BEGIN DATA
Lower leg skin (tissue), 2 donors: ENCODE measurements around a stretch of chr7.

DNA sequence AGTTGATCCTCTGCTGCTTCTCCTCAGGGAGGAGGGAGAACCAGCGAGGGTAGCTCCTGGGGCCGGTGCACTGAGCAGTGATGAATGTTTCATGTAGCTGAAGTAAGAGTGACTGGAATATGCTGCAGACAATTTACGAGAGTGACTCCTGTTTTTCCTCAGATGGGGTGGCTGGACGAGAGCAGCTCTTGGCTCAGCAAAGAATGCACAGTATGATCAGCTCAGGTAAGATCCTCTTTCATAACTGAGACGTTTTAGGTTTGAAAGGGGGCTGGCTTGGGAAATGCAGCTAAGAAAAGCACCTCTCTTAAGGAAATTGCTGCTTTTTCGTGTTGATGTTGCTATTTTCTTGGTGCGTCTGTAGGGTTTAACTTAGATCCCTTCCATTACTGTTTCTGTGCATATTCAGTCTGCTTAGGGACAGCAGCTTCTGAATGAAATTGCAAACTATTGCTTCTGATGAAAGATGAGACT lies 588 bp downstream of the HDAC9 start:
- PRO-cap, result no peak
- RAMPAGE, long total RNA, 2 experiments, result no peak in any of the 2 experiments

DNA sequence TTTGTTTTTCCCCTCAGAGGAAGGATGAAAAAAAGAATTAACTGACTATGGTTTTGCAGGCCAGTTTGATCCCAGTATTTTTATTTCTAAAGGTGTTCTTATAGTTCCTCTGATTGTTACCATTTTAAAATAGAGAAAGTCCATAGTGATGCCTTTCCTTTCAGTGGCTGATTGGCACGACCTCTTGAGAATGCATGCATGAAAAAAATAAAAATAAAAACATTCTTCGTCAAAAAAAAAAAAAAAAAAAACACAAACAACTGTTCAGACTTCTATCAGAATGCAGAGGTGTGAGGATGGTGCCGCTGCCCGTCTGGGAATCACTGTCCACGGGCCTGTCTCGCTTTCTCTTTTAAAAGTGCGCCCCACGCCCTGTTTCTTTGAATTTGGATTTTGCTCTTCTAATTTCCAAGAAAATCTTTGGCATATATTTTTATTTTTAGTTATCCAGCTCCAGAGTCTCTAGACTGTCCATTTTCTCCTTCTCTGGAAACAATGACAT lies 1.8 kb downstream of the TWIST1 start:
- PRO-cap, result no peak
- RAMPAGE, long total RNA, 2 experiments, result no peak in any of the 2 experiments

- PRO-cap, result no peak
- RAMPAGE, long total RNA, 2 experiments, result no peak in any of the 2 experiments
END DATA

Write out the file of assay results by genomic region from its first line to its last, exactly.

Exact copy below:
Lower leg skin (tissue), 2 donors: ENCODE measurements around a stretch of chr7.

DNA sequence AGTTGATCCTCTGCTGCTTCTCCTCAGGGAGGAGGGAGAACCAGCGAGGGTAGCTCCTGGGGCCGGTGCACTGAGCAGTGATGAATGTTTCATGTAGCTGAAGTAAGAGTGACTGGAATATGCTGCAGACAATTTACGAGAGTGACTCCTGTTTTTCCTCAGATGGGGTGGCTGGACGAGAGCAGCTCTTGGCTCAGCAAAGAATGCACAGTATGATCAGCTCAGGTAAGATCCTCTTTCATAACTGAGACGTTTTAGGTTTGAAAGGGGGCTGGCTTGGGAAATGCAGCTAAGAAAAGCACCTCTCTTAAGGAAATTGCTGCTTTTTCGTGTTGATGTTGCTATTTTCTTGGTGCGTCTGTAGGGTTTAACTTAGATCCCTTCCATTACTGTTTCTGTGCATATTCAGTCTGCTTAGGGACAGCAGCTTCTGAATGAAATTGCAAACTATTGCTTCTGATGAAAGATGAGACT lies 588 bp downstream of the HDAC9 start:
- PRO-cap, result no peak
- RAMPAGE, long total RNA, 2 experiments, result no peak in any of the 2 experiments

DNA sequence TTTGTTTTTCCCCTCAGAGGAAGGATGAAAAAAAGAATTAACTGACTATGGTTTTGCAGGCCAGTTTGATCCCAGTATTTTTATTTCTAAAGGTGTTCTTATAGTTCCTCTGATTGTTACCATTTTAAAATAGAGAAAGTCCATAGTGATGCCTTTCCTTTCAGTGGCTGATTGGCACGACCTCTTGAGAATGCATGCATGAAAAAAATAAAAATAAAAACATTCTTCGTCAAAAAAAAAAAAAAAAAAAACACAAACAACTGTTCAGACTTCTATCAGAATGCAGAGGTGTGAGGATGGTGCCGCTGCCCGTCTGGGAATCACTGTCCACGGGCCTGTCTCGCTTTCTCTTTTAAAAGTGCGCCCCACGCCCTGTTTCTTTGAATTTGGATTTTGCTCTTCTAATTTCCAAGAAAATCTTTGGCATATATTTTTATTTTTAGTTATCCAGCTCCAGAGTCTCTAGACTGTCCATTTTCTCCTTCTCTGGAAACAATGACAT lies 1.8 kb downstream of the TWIST1 start:
- PRO-cap, result no peak
- RAMPAGE, long total RNA, 2 experiments, result no peak in any of the 2 experiments

- PRO-cap, result no peak
- RAMPAGE, long total RNA, 2 experiments, result no peak in any of the 2 experiments